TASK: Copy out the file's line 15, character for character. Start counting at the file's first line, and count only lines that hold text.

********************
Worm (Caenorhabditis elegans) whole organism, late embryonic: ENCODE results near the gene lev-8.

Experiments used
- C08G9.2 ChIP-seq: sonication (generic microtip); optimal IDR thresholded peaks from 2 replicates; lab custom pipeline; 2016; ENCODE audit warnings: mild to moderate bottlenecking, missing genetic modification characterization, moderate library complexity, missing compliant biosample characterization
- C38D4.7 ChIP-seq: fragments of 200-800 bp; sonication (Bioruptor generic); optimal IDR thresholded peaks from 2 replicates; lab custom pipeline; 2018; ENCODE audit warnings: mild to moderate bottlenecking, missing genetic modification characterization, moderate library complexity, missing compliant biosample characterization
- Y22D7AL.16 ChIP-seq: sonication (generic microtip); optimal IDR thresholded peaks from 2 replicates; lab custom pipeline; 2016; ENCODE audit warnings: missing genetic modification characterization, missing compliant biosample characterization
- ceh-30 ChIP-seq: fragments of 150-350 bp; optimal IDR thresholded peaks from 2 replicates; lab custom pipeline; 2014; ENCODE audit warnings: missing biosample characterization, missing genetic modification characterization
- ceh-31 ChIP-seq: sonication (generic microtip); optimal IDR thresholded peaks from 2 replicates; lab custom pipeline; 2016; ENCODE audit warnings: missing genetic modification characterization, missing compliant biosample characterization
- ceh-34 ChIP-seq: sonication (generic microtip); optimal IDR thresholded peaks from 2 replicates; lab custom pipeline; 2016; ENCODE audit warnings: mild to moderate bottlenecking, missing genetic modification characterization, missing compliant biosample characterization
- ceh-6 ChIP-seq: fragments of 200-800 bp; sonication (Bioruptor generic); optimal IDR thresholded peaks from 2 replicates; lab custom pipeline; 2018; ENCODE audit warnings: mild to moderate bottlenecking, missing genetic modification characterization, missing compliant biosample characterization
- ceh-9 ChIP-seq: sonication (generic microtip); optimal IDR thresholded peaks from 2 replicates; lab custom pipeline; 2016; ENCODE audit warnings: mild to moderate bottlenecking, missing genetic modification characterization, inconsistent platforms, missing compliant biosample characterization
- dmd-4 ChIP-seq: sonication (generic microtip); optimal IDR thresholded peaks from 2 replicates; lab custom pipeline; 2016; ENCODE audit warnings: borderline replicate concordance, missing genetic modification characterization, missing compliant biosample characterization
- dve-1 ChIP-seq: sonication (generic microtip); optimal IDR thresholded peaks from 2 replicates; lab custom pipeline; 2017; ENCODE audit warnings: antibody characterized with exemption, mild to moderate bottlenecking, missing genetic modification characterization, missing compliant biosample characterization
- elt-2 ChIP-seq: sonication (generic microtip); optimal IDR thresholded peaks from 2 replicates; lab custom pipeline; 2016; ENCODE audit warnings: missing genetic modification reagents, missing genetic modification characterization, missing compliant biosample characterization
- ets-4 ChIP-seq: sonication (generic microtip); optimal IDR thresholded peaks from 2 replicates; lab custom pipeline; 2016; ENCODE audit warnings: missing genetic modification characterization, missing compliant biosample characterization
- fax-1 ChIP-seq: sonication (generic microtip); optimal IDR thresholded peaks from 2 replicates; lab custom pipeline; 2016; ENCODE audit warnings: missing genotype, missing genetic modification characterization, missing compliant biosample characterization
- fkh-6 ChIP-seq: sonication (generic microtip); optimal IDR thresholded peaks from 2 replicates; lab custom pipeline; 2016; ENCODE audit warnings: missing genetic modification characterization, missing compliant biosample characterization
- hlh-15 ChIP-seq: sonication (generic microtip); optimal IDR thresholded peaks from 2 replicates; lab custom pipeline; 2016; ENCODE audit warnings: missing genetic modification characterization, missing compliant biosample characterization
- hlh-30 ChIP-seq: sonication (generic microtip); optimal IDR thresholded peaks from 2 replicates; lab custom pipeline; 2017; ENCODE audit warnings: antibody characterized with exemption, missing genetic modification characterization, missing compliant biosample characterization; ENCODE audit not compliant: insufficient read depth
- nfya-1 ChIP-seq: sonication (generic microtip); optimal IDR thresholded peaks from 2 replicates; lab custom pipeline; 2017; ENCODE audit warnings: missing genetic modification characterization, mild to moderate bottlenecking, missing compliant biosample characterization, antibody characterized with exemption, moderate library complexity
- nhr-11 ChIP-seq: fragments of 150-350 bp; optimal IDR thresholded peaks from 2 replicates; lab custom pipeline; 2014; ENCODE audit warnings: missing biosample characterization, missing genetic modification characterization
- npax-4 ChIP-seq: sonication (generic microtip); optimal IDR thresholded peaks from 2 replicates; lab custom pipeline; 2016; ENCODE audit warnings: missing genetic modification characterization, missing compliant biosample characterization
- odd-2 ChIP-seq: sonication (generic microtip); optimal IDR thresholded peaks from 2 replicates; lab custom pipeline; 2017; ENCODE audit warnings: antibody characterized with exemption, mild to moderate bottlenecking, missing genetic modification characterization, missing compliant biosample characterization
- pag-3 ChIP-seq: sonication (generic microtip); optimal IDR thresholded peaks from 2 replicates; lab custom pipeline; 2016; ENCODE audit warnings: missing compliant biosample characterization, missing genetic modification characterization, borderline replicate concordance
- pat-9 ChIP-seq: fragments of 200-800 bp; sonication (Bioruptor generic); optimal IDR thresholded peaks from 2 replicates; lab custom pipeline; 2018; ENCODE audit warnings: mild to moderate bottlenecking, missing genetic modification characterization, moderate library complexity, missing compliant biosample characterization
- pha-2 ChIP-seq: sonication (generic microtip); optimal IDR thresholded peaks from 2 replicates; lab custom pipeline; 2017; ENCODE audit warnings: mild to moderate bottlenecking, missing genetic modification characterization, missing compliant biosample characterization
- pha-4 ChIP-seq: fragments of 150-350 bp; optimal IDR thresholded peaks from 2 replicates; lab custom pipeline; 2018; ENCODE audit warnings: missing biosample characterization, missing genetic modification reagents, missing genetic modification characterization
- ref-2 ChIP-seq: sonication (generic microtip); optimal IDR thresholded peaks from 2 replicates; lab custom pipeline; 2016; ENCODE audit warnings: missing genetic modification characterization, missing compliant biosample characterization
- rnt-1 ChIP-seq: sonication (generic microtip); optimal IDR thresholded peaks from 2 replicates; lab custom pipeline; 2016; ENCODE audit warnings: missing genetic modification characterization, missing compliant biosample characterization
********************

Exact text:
- fax-1 ChIP-seq: sonication (generic microtip); optimal IDR thresholded peaks from 2 replicates; lab custom pipeline; 2016; ENCODE audit warnings: missing genotype, missing genetic modification characterization, missing compliant biosample characterization